Chapter IX.--Why We are to Use the Bath.
There are, then, four reasons for the bath (for from that point I digressed in my oration), for which we frequent it: for cleanliness, or heat, or health, or lastly, for pleasure. Bathing for pleasure is to be omitted. For unblushing pleasure must be cut out by the roots; and the bath is to be taken by women for cleanliness and health, by men for health alone.  To bathe for the sake of heat is a superfluity, since one may restore what is frozen by the cold in other ways. Constant use of the bath, too, impairs strength and relaxes the physical energies, and often induces debility and fainting. For in a way the body drinks, like trees, not only by the mouth, but also over the whole body in bathing, by what they call the pores. In proof of this often people, when thirsty, by going afterwards into the water, have assuaged their thirst. Unless, then, the bath is for some use, we ought not to indulge in it. The ancients called them places for fulling  men, since they wrinkle men's bodies sooner than they ought, and by cooking them, as it were, compel them to become prematurely old. The flesh, like iron, being softened by the heat, hence we require cold, as it were, to temper and give an edge. Nor must we bathe always; but if one is a little exhausted, or, on the other hand, filled to repletion, the bath is to be forbidden, regard being had to the age of the body and the season of the year. For the bath is not beneficial to all, or always, as those who are skilled in these things own. But due proportion, which on all occasions we call as our helper in life, suffices for us. For we must not so use the bath as to require an assistant, nor are we to bathe constantly and often in the day as we frequent the market-place. But to have the water poured over us by several people is an outrage on our neighbours, through fondness for luxuriousness, and is done by those who will not understand that the bath is common to all the bathers equally.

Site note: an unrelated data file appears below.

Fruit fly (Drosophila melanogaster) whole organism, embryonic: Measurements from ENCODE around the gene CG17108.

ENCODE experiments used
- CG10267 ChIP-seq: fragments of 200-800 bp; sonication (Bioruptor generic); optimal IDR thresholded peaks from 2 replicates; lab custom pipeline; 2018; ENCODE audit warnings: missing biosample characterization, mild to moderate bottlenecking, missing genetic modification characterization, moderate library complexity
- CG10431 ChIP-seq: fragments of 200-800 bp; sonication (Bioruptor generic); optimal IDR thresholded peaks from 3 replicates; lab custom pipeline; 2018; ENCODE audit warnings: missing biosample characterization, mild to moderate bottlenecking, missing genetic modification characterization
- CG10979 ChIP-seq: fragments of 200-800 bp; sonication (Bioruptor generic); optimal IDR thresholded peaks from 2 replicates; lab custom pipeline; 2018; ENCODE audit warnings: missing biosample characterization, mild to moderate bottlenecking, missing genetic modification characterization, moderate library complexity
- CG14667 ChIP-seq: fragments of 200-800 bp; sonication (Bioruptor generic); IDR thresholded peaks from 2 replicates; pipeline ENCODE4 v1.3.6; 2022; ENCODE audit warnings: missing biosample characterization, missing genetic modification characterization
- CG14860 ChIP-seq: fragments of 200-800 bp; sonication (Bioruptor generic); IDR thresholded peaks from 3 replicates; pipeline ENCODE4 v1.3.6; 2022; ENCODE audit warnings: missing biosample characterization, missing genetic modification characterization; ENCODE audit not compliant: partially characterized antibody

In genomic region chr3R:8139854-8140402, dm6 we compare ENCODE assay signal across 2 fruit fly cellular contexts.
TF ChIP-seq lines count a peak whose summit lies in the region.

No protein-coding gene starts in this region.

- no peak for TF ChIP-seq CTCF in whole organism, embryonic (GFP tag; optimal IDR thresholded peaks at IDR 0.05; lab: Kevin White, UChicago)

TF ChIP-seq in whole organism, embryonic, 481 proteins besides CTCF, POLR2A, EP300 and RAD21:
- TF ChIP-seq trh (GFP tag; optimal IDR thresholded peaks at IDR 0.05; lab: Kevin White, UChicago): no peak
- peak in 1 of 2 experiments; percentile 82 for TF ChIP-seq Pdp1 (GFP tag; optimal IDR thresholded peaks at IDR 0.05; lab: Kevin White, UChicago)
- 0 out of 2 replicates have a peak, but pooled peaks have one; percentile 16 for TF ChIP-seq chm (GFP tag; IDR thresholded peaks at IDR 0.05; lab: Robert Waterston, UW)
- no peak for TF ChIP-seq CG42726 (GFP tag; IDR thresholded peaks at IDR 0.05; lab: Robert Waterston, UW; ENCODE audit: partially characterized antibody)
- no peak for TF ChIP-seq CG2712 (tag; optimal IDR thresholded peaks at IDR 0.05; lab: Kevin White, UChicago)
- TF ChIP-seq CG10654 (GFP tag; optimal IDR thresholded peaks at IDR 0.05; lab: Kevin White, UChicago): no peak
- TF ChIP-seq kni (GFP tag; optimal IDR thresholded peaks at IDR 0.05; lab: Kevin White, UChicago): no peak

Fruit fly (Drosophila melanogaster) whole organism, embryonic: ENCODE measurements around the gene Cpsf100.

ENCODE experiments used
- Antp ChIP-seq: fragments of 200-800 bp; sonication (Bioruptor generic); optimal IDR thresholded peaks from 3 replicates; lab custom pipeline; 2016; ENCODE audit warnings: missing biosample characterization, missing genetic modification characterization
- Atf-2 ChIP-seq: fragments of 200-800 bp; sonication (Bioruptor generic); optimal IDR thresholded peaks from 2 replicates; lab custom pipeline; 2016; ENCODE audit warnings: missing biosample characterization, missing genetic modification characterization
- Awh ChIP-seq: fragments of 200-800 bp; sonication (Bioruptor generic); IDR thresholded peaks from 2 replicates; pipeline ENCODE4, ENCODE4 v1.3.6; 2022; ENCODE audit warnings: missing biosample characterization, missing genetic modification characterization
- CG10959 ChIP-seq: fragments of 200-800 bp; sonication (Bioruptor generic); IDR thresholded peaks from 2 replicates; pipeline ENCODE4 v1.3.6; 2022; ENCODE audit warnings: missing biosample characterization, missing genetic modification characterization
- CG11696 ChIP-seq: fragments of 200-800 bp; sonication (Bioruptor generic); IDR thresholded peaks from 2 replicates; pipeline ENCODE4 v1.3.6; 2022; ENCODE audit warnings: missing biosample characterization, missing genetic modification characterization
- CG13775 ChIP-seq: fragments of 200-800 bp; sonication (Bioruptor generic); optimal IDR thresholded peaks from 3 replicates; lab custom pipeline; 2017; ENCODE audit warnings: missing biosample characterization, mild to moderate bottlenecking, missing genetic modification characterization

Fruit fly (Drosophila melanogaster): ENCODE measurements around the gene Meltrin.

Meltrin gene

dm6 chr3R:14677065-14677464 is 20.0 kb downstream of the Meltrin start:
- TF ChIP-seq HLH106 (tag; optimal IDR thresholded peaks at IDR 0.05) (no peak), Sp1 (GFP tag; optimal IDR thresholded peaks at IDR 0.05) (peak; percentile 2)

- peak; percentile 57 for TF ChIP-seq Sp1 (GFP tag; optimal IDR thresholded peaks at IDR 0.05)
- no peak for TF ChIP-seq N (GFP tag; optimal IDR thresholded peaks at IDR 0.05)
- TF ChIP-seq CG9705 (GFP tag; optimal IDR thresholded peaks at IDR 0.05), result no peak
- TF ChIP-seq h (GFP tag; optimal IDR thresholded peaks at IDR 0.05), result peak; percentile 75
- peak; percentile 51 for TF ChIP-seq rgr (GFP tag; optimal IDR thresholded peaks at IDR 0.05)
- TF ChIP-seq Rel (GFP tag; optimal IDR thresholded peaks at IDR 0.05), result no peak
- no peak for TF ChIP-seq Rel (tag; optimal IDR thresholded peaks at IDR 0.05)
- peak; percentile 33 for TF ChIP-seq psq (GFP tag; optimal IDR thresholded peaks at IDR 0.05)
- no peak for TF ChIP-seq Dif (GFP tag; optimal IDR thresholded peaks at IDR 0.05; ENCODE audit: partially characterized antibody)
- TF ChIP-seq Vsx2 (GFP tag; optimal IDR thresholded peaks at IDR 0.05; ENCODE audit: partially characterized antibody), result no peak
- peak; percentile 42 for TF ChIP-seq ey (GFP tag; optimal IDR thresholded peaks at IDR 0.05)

But most of all is it necessary to wash the soul in the cleansing Word (sometimes the body too, on account of the dirt which gathers and grows to it, sometimes also to relieve fatigue). "Woe unto you, scribes and Pharisees, hypocrites!" saith the Lord, "for ye are like to whited sepulchres. Without, the sepulchre appears beautiful, but within it is full of dead men's bones and all uncleanness."  And again He says to the same people, "Woe unto you! for ye cleanse the outside of the cup and platter, but within are full of uncleanness. Cleanse first the inside of the cup, that the outside may be clean also."  The best bath, then, is what rubs off the pollution of the soul, and is spiritual. Of which prophecy speaks expressly: "The Lord will wash away the filth of the sons and daughters of Israel, and will purge the blood from the midst of them"  --the blood of crime and the murders of the prophets. And the mode of cleansing, the Word subjoined, saying, "by the spirit of judgment and the spirit of burning." The bathing which is carnal, that is to say, of the body, is accomplished by water alone, as often in the country where there is not a bath.